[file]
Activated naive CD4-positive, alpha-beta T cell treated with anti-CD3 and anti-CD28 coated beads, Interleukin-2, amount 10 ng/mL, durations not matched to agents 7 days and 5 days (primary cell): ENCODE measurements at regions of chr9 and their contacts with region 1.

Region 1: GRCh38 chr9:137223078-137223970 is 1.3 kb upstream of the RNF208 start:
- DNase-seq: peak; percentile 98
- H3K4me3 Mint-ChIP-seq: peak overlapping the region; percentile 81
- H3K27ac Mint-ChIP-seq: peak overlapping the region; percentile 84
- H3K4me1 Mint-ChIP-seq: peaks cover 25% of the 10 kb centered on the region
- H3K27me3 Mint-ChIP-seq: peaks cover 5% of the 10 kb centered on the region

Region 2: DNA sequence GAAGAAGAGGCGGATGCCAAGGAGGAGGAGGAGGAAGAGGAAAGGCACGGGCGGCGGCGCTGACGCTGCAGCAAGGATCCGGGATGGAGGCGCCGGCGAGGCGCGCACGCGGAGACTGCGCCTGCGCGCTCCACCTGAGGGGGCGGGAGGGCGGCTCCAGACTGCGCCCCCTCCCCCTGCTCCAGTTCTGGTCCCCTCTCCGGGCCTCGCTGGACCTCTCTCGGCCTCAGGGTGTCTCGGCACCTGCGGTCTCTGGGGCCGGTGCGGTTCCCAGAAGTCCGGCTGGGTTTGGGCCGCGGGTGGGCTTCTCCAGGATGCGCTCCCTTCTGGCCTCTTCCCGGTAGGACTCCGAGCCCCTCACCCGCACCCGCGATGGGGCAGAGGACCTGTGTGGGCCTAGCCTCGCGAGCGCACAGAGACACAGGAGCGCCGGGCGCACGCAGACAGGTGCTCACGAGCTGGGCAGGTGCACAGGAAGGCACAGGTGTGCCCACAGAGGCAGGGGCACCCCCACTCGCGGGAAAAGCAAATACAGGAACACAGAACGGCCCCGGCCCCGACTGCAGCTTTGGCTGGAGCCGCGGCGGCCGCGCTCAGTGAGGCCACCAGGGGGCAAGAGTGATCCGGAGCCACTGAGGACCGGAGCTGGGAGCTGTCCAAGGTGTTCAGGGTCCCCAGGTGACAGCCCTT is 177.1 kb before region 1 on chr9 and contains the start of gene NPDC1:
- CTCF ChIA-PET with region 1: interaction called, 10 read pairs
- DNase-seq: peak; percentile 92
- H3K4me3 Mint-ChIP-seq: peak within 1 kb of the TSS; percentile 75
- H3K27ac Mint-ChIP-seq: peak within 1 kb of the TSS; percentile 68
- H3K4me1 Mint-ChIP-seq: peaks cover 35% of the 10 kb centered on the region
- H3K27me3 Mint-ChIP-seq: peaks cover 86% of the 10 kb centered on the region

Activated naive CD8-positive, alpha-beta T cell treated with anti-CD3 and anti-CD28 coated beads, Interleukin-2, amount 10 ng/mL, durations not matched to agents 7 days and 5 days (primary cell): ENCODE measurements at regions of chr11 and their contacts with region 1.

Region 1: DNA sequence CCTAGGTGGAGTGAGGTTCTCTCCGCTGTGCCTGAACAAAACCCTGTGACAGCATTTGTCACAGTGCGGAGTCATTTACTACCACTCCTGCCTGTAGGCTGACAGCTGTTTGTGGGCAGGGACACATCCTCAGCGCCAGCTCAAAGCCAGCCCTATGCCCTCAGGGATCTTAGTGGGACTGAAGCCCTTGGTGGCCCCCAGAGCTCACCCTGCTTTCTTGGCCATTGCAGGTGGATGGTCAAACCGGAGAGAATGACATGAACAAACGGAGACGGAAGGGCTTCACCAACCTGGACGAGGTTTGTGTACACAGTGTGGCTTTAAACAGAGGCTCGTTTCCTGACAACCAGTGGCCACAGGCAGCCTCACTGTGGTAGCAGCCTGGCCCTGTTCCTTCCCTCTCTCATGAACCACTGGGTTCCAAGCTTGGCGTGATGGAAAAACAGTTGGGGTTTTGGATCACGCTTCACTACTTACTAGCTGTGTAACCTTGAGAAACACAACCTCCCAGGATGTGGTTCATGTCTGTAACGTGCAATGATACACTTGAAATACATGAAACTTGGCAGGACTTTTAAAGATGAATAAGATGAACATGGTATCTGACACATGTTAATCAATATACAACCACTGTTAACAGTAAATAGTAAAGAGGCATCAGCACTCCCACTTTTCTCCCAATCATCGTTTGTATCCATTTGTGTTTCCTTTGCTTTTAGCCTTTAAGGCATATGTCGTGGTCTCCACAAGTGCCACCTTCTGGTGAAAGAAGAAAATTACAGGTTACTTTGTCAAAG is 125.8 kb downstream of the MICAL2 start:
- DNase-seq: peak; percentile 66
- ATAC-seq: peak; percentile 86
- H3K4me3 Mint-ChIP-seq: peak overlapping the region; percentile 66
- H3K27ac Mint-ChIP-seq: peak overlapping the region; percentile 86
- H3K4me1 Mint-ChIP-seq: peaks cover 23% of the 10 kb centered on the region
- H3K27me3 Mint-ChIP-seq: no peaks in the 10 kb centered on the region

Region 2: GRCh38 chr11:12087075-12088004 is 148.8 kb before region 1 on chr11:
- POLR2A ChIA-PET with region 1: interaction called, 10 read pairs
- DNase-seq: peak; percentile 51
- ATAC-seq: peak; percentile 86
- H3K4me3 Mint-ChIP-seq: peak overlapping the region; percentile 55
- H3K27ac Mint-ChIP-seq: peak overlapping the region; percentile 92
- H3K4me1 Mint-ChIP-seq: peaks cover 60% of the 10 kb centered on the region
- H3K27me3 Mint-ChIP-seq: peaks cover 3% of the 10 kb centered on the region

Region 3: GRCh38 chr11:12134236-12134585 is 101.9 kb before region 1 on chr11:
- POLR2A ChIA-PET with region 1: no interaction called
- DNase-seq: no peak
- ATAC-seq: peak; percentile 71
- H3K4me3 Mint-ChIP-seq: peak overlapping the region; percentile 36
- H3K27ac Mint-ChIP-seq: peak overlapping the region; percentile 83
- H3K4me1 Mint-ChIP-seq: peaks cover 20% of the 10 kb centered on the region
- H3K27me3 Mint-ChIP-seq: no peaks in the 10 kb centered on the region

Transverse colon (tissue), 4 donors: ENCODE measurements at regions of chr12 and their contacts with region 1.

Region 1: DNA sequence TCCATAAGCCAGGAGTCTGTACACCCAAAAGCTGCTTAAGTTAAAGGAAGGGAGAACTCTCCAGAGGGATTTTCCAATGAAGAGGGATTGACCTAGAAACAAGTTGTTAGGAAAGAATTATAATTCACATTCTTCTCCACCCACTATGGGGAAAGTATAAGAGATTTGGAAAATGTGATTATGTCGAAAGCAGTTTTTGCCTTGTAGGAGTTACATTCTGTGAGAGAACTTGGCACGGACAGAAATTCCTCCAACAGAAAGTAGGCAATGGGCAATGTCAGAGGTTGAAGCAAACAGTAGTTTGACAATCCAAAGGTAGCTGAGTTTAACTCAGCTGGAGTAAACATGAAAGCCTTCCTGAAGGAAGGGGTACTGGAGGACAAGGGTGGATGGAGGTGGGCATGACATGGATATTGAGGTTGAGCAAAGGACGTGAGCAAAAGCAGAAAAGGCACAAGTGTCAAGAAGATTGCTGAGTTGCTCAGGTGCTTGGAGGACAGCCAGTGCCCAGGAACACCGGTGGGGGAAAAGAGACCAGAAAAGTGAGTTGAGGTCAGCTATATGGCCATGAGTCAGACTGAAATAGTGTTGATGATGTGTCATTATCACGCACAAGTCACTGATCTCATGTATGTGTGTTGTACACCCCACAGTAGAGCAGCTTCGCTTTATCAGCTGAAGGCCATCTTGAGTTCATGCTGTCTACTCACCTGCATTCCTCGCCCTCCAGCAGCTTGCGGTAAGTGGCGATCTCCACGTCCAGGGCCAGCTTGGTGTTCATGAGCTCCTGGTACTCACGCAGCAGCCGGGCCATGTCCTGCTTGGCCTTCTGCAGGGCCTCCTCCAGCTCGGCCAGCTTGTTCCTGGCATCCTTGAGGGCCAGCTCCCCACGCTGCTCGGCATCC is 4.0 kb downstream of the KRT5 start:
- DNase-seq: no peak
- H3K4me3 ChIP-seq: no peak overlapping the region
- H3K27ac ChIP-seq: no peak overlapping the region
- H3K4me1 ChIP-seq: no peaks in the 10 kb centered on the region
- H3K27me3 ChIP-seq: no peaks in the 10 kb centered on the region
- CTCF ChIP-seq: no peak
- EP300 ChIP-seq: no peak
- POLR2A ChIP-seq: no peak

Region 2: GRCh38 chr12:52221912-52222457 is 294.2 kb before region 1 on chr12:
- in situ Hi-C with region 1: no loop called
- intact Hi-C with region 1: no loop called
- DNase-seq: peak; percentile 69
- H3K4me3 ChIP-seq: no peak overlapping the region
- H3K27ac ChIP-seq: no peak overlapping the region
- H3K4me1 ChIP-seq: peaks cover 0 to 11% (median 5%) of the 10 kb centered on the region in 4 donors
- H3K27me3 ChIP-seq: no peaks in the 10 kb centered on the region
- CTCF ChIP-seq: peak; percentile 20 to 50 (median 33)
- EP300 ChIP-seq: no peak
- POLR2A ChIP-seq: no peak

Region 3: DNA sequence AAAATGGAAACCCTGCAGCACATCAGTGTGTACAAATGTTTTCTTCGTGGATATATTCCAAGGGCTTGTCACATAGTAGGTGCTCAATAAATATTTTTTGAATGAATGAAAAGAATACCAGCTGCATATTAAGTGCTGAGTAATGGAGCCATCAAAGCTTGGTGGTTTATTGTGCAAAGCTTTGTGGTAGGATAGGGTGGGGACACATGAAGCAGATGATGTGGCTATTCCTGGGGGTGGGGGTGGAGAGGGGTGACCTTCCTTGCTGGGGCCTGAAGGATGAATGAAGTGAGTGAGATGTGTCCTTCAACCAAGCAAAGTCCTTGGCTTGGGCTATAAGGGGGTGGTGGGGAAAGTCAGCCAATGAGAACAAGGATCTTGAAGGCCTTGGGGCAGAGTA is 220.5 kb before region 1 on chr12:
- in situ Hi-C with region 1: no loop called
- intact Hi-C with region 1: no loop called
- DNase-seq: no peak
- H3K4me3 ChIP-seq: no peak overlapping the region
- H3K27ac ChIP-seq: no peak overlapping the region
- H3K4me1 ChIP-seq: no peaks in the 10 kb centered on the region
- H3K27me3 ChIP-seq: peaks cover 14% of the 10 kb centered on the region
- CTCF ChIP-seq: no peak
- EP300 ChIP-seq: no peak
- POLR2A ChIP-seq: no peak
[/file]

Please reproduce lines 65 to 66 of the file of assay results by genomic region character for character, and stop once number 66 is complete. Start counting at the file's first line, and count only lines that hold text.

- H3K27ac ChIP-seq: no peak overlapping the region
- H3K4me1 ChIP-seq: no peaks in the 10 kb centered on the region